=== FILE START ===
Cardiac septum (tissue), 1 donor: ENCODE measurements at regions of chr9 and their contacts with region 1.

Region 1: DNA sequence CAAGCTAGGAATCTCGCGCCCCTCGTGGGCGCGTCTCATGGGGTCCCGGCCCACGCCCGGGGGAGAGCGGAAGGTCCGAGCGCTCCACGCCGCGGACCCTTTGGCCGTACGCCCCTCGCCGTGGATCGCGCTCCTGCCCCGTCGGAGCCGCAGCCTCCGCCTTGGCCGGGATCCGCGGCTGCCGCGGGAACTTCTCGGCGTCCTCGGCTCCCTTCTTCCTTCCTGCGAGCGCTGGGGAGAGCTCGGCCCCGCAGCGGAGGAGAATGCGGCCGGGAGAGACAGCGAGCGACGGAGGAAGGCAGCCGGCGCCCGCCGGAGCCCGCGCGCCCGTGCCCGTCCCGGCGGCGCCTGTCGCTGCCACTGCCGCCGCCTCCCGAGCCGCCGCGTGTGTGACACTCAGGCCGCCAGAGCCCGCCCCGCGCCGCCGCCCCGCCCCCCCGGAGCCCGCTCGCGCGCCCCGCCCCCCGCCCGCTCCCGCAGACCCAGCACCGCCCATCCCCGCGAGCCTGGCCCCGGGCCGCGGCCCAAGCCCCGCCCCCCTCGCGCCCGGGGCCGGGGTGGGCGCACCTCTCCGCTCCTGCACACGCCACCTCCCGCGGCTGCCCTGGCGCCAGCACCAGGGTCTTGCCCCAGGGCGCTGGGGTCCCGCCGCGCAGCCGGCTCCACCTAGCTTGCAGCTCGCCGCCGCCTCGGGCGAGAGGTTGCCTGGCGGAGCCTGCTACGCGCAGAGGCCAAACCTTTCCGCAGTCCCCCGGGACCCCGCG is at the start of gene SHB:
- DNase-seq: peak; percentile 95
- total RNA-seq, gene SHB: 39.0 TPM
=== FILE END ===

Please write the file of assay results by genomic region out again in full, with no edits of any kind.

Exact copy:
Cardiac septum (tissue), 1 donor: ENCODE measurements at regions of chr9 and their contacts with region 1.

Region 1: DNA sequence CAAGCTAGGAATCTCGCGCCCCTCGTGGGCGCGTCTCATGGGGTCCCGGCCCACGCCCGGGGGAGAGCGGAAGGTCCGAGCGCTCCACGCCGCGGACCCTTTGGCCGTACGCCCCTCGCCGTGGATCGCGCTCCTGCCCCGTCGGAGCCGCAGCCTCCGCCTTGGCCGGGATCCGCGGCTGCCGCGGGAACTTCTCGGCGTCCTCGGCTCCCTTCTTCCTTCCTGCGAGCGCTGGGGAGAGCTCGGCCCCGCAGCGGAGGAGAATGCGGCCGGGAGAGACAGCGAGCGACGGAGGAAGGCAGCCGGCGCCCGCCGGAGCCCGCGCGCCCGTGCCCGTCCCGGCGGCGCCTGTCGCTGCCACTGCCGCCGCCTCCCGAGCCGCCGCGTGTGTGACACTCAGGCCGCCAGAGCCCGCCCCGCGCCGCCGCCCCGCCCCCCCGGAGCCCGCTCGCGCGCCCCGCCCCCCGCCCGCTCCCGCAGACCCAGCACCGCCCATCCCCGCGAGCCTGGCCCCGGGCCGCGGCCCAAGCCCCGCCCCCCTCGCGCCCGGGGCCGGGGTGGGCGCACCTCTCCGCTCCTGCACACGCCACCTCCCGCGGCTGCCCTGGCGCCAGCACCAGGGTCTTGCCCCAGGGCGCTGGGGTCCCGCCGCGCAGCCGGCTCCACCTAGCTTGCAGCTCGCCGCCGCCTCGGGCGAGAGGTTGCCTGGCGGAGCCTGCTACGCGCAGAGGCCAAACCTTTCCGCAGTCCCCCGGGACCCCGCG is at the start of gene SHB:
- DNase-seq: peak; percentile 95
- total RNA-seq, gene SHB: 39.0 TPM